Local authorities have been under exceptional financial challenges for a decade. We could have a big political conversation about the necessity or otherwise of that, but I am less interested in that today. What we know for sure, however, is that those challenges have led to a diminution in smoking cessation services. Those services are strongly evidence-backed, and save us money in the long run. It is the falsest of false economies that hard-pressed local authorities are having to make. That matters today, beyond the fact that in itself it is a bad thing, because as councils deal with the impact of covid—it is clear that the total cost to each and everyone of our local authorities will not be met by central Government and that that initial promise will not be met—they will have to make difficult decisions. I know that in Nottingham, and I suspect this will happen across the country, we will see in-year budgets. They are horrendous not least because to try to get a 12-month saving from a six-month budget means that councils have to cut twice as much. Councils can try to finesse reserves, but they are in short supply. I am very concerned, and I hope that the Department are keeping a watchful eye on the aggregate impact on smoking cessation services in this country. If we lose them, we will face significant challenges. I sense that I am in danger of my comments being ruled out of the scope of the regulations. Am I?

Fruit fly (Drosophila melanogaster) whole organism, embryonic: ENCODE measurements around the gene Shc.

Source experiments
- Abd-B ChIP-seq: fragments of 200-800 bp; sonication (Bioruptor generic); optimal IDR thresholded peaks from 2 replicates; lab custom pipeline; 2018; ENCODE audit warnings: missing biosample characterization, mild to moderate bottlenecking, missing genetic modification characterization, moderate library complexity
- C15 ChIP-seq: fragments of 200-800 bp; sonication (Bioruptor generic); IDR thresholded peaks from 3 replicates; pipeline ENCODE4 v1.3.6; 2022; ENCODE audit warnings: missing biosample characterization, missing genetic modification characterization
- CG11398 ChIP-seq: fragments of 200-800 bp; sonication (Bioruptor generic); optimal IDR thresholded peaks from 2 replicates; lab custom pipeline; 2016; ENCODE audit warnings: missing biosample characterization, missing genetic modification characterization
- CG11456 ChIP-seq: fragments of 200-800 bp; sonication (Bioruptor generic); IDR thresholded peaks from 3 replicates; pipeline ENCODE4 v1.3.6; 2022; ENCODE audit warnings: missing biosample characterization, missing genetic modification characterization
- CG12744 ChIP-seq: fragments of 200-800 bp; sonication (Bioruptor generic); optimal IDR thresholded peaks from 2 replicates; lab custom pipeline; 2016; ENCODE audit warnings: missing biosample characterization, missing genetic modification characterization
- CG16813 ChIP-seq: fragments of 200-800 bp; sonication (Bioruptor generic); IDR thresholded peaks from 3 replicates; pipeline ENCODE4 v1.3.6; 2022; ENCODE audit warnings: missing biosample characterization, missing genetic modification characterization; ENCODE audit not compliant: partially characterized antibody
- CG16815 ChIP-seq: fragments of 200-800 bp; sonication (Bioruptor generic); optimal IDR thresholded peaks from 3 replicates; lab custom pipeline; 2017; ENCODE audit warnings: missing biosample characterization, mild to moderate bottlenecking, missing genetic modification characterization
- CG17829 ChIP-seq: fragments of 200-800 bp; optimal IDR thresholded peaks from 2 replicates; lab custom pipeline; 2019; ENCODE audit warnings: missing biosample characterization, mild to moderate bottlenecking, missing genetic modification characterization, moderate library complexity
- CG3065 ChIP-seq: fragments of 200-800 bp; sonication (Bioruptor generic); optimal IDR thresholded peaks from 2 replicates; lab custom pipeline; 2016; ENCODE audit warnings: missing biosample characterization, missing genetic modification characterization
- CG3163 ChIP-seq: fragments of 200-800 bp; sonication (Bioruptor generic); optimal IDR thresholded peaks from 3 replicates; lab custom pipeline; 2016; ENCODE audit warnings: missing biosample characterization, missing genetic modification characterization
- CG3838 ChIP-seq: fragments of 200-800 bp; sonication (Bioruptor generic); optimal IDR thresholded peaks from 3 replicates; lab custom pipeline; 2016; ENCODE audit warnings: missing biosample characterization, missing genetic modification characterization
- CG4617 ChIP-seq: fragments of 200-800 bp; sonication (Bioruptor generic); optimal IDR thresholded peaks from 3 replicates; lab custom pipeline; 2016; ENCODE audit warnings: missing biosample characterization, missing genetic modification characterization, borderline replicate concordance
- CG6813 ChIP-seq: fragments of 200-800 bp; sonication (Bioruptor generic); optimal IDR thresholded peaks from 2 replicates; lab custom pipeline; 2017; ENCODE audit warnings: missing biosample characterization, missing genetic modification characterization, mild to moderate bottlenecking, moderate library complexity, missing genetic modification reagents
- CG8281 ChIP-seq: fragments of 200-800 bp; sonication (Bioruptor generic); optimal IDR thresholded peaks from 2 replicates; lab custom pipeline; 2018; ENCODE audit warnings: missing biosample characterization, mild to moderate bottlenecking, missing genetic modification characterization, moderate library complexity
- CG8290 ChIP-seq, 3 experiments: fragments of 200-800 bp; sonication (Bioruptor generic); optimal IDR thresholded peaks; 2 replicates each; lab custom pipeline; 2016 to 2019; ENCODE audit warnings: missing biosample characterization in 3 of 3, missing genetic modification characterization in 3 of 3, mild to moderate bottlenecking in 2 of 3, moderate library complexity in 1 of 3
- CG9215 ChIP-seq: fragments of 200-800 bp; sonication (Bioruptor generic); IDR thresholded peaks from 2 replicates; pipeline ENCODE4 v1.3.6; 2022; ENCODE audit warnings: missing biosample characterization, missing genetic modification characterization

Possibly; I am sure that you will return right back to the regulations.
I am on the edge; I am coming back to the substance of the regulations, and how important it is that we do not weaken our approach to the smoke- free agenda. The Cancer Research UK report is worth reading. The target of being smoke-free by 2030 is equivalent to less than 5% of adults still smoking, which could prevent more than 400,000 smoking-related diseases, 90,000 premature deaths and 10 billion quids-worth of smoking-related health care costs. The price for us is significant.
To pivot back to the regulations, I want to refer particularly to the ban on tobacco products with characterising flavours. Those regulations came into force five months ago, but those products are still being produced and made available for sale. I understand that the Minister’s Department has instructed an investigation into that, which is welcome, but my sources tell me—I would love to be told that I am wrong, because I think it is extraordinary—that actually we waiting for the European Commission to make a decision on the matter. Does that mean that it is now Government policy that when we come to these regulations, and others, it is likely that we will wait for the EU to act and then we will take mirror action? If so, we will have lost our voice in that institution, just to wait to mirror it daily. I do not think that was what people were enthusiastic for, and certainly was not sold as a benefit of leaving the EU. I would be grateful to receive a commitment from the Minister that that is not so.